Yasaburo loves trouble. This we learned during season 1 of The Eccentric Family. However, in this episode he seems to be inviting it from every direction imaginable. Once again, we get an episode full of encounters that all seem fairly random except that Yasaburo serves as the connection between all of these people but Benten’s return was the true highlight of the episode.
Still, Benten’s arrival alone isn’t enough to make up for the overall driftless nature of the plot so far. As much as I love these characters, season 2 has been taking its time about getting to a point and that is somewhat holding the show back. And yet, Benten arriving and then watching her interact with newcomer character Nidaime… Well, that is interesting. If this show needed something to get things moving, the encounter between those two characters was more or less what the doctor ordered.
I just have to wonder if they’ll end up killing each other or falling completely in love because those two personalities together is going to make for an explosive combination. Of course, the show could back away from this plot point and go in a different direction. It is kind of hard to know.
I’m really wondering what the point of most of the episode of Alice & Zoroku was. Minnie C, for whatever reason, continue to toy with and generally be cruel to Sana and after Minnie C injects her with some unidentified liquid, Sana essentially goes to some space where she meets a girl who could literally only be an older version of Sana (though they kind of didn’t tell us anything about her).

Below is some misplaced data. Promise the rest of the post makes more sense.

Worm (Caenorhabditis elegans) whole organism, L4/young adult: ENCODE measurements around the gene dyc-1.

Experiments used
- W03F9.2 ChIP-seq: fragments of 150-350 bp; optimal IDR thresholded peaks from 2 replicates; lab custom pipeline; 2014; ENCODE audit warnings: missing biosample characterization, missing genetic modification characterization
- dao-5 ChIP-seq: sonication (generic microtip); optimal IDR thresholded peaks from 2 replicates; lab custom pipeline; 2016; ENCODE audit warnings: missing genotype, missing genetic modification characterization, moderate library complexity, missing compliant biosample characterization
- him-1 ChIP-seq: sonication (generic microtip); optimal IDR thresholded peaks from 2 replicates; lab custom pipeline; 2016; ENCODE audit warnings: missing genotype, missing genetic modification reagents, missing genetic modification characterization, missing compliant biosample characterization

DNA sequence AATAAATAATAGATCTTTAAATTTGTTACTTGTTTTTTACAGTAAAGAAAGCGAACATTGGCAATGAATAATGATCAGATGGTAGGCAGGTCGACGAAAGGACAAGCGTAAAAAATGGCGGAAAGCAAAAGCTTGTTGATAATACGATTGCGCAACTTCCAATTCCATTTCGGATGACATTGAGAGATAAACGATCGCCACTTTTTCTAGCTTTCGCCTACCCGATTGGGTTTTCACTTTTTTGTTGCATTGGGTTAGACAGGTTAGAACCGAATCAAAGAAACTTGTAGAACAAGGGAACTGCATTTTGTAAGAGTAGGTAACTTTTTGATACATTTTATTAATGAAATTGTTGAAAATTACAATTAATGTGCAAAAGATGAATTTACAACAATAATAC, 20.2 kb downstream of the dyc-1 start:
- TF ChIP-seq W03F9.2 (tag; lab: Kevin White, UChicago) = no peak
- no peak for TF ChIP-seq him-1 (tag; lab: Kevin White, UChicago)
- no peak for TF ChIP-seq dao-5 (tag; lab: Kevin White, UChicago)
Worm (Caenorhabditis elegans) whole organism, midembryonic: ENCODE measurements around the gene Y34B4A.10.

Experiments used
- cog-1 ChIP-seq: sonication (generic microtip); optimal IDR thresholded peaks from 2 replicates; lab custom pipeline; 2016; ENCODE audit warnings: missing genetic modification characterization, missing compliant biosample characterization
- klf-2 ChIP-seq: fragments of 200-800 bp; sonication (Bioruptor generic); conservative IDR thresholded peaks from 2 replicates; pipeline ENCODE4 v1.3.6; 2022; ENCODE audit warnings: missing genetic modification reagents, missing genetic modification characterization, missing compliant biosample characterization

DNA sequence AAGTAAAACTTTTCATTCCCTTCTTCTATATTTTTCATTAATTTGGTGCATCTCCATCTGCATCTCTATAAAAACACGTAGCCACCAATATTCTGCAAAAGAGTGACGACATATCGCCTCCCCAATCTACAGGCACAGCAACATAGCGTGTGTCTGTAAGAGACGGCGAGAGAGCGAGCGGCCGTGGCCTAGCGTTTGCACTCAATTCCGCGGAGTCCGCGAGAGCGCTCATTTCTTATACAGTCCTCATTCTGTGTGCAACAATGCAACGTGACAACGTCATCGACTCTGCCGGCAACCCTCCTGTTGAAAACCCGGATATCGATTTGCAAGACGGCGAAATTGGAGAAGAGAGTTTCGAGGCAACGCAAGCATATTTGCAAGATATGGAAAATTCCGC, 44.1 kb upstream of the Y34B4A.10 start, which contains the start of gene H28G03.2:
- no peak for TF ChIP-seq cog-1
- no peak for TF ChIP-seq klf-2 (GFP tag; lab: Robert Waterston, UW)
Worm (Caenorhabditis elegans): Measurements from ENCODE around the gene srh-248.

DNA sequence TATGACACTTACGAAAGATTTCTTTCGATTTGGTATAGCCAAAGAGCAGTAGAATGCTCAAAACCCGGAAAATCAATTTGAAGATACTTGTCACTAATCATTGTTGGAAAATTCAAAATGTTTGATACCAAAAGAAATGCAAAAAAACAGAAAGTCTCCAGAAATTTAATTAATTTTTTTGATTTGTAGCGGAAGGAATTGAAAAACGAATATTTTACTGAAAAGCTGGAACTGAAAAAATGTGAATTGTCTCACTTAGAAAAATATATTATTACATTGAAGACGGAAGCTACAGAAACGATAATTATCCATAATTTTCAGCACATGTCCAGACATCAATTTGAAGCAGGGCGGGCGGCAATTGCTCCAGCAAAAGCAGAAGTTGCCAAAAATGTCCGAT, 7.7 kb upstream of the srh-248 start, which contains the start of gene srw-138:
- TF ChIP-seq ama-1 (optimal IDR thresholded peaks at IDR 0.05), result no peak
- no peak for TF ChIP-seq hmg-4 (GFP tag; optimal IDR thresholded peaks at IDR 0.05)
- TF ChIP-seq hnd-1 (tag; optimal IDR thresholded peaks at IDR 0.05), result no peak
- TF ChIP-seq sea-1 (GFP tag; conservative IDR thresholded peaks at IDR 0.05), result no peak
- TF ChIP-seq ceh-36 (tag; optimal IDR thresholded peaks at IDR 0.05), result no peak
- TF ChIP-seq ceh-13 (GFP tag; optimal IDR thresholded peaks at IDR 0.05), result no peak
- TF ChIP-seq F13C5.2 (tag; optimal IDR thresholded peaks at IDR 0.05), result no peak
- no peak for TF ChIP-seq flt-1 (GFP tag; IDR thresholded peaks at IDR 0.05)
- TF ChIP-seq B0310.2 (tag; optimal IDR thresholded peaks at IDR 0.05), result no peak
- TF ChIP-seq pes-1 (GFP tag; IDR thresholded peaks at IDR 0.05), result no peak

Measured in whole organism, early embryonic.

Anyway, unidentified blonde girl with exact same eye-colour as Sana pretty much tells her that she has someone who will help her and to call their name and suddenly Zoroku finds himself in the car with Sana and Minnie C. Why that was helpful I’m not sure though in the process the little tracking thing they were trying to use that wasn’t working because she didn’t have it with her so they now know where Sana is and rush to the rescue (did Zoroku have the tracker on him?).
Finally, at the end of the episode, rescue arrives.
Possibly if this had been an entertaining 20 minutes, or if something had been revealed, or even if the moment between Sanae and her grandfather had come off as anything other than a desperate attempt to tug some emotional heartstrings, there would be a point. But essentially they start the episode trying to find Sana, at the end of the episode they found her. Everything in between was kind of just there. Admittedly, I’m at a point where I don’t actually care about any of these characters so you could probably blow both Sana’s legs up with a gun and it still wouldn’t get an emotional response from me.
Stories like this always make me ask the same question; how does the empire even function? When every representative you meet of said empire is conspiring against every other, cruel and stupid, malicious, or crazy, it really makes you wonder why the entire empire hasn’t just imploded. They haven’t given us any reason for the empire to be evil, they just are because… plot?
Other than that, this episode again raised the question of how far away can Gran get from Lyria given he goes down to the dock while she stays in the building. Not that they are separated for long but they’ve given us no real guidelines on how separated they can be at this point.
Also, the agents from the previous episode show up for a flashy but mostly pointless battle.
This show works on the surface and I guess if you just kind of tune out and watch passively it is all well and good, but so far that’s all it is managing to deliver. Without actual motive from the antagonists or overall goal from the protagonists (other than not get caught by the antagonists) it is really all just reactionary and not very compelling.